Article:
Effects of invasion games on physical fitness in primary school children

Irena Valantine • Dejan Madić • Goran Sporiš

DOI: 10.31382/eqol.170602


Studies concerning the effects of different invasion games on physical fitness in school children are scarce. Consequently, the purpose of this study was to examine the effects of the application of invasion games on physical fitness in primary school children. A total of 62 primary school children aged 10-12 years voluntarily participated in this study. They were divided into experimental (32) and control (30) group. Physical fitness of children was estimated by the following tests: Standing broad jump, Vertical jump, Bent-arm hang, Sit-ups, Pushups, Medicine ball test and Andersen test. The experimental group had twice per week invasion games on non-consecutive days for 12 weeks. Participants in control group did not perform specific program but attended their regular PE class twice per week. Compared with initial measurement, there was a significant (p < 0.05) improvement in vertical jump test for both groups. Furthermore, the group that participated in the invasion games program made significantly greater gains compared to the control group (p < 0.05) in Standing broad jump (8.2%; ES=0.56 vs. 3%; ES=0.2) and Medicine ball test (8.2%; ES=0.6 vs. 3%; ES=0.3). There was a significant improvement in bent arm hang, sit ups and push-ups in experimental group. Compared with initial measurement, there was a significant (p < 0.05) improvement in Andersen test in invasion games group, which was not the case with control group (p>0.05). To conclude, invasion games were an effective way of improving physical fitness in primary school children, because the results of this study indicate that this method was more effective for physical fitness than traditional school program.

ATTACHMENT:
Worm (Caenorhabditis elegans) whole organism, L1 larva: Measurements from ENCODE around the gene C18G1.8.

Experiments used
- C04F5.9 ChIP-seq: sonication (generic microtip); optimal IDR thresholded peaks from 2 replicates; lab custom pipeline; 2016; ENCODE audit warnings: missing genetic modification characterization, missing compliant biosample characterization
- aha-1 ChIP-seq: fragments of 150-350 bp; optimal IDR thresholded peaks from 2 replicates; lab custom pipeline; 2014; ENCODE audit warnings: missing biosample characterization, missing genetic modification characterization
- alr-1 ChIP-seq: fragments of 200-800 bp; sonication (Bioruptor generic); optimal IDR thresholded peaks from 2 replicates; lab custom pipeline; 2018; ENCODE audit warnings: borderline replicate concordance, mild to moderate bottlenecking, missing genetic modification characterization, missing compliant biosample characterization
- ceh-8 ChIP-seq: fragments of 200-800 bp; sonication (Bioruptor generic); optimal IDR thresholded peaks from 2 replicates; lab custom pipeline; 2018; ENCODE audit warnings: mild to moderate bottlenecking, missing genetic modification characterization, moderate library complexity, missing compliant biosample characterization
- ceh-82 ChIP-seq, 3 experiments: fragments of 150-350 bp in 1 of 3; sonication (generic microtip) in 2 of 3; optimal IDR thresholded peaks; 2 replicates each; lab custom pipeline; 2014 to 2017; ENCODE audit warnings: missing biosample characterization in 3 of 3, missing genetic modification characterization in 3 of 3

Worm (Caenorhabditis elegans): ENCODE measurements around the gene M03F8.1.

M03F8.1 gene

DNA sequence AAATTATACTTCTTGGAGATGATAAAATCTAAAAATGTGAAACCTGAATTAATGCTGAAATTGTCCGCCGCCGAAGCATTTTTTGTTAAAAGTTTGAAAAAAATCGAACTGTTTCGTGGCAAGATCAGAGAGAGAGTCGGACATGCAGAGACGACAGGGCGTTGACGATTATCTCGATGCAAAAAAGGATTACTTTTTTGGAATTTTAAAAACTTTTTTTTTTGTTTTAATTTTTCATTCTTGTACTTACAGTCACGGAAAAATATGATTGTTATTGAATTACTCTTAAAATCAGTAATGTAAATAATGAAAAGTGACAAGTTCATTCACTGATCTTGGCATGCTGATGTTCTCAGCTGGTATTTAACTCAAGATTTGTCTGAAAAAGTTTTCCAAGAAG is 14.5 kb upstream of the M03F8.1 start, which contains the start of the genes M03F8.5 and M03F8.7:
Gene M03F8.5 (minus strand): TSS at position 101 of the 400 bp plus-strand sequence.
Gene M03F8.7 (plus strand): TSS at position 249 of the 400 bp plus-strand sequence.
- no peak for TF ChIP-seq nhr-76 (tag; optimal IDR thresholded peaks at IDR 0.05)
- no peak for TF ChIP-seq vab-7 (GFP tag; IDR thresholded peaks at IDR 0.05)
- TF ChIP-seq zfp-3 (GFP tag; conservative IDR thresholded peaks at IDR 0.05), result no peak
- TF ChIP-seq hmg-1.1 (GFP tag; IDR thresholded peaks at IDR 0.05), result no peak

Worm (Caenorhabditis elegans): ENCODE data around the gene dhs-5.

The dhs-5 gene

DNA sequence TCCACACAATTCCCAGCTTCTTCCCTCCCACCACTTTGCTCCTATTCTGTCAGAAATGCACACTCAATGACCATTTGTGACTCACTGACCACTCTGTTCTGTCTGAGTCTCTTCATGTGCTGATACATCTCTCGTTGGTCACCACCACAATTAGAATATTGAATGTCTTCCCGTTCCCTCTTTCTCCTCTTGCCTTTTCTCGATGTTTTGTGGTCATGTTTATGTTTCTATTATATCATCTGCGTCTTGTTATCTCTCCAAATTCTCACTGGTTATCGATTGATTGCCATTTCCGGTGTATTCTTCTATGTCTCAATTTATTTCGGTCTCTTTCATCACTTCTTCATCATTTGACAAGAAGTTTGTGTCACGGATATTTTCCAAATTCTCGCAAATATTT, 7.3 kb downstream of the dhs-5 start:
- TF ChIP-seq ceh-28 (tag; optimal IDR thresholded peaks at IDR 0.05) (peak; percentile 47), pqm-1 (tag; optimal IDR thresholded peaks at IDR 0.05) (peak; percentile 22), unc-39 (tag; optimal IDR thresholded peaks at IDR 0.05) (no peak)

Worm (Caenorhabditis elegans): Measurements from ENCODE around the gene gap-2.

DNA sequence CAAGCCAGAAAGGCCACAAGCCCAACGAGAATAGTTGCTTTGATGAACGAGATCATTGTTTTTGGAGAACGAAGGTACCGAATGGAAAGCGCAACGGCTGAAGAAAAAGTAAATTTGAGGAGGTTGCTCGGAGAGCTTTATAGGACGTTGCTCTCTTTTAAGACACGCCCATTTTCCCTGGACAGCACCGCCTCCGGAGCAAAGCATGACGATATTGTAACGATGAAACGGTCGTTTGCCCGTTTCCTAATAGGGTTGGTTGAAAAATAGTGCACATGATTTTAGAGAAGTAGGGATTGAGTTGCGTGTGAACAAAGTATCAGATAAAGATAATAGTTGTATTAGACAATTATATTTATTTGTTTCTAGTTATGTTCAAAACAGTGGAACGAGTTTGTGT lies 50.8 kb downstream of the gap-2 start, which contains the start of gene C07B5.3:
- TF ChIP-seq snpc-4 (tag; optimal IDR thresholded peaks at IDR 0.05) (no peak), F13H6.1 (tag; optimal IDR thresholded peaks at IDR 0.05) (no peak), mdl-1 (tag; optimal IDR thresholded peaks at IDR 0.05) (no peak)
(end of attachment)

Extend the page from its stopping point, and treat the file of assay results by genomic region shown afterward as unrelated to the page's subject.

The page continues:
Keywords invasion games• teaching•effects •children


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